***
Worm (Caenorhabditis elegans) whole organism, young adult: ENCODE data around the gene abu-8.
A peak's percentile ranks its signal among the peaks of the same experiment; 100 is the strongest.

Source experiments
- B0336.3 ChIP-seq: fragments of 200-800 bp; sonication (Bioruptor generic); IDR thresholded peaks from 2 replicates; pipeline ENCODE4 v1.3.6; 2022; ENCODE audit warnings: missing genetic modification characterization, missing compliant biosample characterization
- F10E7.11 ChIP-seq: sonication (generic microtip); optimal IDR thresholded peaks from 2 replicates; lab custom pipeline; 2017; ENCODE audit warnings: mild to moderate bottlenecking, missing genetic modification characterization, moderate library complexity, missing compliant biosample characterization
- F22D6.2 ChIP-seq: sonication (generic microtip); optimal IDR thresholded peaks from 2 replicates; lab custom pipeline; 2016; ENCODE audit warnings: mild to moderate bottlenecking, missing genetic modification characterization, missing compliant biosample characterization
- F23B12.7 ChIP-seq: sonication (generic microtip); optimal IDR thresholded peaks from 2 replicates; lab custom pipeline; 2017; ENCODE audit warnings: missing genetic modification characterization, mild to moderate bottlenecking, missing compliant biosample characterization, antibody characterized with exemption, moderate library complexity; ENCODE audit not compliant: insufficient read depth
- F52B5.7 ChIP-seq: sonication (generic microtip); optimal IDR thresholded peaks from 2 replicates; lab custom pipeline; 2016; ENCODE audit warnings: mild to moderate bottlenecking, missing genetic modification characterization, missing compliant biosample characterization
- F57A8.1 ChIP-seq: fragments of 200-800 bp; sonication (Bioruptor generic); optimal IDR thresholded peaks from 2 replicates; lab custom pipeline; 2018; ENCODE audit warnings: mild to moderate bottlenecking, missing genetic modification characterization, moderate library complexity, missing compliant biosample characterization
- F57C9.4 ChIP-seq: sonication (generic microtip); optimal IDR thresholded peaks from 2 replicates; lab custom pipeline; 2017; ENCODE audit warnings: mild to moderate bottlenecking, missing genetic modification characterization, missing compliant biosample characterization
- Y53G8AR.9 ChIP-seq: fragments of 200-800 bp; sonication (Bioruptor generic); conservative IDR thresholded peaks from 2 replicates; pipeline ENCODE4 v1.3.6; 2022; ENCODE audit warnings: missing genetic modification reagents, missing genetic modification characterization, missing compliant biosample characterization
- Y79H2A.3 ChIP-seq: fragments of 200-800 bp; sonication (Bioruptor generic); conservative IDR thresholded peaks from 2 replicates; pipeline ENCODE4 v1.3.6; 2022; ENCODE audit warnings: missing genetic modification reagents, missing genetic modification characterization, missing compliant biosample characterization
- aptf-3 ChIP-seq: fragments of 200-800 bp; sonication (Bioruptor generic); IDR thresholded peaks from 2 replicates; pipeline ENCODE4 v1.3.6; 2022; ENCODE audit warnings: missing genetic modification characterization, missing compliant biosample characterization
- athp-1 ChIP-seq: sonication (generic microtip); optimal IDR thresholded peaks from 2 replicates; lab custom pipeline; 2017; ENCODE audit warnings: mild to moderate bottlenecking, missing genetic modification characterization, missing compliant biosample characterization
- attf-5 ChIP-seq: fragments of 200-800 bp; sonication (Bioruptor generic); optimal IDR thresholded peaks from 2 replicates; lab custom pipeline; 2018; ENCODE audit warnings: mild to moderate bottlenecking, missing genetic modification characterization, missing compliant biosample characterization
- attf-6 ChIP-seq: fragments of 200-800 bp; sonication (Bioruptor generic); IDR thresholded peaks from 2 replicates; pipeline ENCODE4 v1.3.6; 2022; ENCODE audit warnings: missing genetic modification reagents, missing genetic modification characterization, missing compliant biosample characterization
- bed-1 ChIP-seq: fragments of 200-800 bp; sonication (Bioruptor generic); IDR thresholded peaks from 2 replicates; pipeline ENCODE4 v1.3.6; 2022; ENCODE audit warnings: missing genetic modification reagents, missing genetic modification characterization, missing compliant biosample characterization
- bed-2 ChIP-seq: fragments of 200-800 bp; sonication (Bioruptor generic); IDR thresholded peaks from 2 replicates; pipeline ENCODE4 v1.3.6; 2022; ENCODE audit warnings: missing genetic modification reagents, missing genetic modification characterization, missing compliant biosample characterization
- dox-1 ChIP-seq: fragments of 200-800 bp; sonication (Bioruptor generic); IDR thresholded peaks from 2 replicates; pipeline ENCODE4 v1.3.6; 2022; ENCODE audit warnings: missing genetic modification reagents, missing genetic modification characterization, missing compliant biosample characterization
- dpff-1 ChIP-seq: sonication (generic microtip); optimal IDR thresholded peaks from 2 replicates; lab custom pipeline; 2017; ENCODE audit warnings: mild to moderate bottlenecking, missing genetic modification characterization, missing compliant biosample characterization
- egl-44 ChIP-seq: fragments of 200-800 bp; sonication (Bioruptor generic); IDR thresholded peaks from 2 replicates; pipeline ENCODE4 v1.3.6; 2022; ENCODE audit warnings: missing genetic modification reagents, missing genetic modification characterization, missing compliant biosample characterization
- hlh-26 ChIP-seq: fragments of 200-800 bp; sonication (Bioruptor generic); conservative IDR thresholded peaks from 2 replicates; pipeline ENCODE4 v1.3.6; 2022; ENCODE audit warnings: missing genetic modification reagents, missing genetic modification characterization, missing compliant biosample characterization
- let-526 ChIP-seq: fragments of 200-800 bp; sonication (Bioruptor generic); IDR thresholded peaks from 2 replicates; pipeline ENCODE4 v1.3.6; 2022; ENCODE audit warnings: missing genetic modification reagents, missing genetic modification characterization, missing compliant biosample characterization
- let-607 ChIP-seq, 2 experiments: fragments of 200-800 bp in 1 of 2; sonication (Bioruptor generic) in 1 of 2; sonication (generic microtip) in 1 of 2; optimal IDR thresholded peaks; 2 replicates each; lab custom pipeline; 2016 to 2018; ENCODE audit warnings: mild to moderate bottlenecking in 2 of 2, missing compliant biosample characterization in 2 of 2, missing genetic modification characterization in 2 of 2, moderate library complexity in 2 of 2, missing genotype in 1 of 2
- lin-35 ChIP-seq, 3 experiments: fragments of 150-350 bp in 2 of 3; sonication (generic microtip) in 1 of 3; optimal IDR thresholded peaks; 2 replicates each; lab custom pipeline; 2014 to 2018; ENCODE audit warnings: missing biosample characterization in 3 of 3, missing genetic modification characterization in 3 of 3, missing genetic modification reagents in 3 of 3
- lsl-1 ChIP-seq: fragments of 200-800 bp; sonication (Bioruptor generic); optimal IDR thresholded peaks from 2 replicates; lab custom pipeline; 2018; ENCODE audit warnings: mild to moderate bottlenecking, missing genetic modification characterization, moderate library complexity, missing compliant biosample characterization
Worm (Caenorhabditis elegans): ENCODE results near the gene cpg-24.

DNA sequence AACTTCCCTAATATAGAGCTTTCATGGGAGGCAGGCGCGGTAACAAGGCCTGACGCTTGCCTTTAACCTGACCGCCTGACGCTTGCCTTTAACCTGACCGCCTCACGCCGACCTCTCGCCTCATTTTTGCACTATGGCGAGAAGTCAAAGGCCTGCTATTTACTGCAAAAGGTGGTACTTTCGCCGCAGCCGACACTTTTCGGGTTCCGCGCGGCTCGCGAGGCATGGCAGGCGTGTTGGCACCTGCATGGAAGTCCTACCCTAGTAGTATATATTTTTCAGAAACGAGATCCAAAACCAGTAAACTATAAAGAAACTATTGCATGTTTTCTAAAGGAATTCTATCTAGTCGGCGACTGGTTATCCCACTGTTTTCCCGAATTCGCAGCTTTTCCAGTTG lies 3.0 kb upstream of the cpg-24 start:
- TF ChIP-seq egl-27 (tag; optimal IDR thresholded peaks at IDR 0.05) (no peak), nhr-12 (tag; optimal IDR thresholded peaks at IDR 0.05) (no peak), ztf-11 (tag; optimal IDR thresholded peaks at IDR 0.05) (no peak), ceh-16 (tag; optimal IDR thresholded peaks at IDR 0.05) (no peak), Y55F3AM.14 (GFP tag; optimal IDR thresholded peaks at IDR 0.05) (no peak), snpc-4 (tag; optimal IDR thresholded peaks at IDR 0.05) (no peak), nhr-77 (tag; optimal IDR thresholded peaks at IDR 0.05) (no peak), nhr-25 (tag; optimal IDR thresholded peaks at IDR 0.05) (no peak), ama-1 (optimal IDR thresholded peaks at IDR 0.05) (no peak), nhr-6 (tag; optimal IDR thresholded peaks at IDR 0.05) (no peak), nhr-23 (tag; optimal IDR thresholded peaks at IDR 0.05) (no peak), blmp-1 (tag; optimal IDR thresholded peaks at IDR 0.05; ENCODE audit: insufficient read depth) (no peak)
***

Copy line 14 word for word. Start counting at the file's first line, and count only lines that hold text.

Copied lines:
- athp-1 ChIP-seq: sonication (generic microtip); optimal IDR thresholded peaks from 2 replicates; lab custom pipeline; 2017; ENCODE audit warnings: mild to moderate bottlenecking, missing genetic modification characterization, missing compliant biosample characterization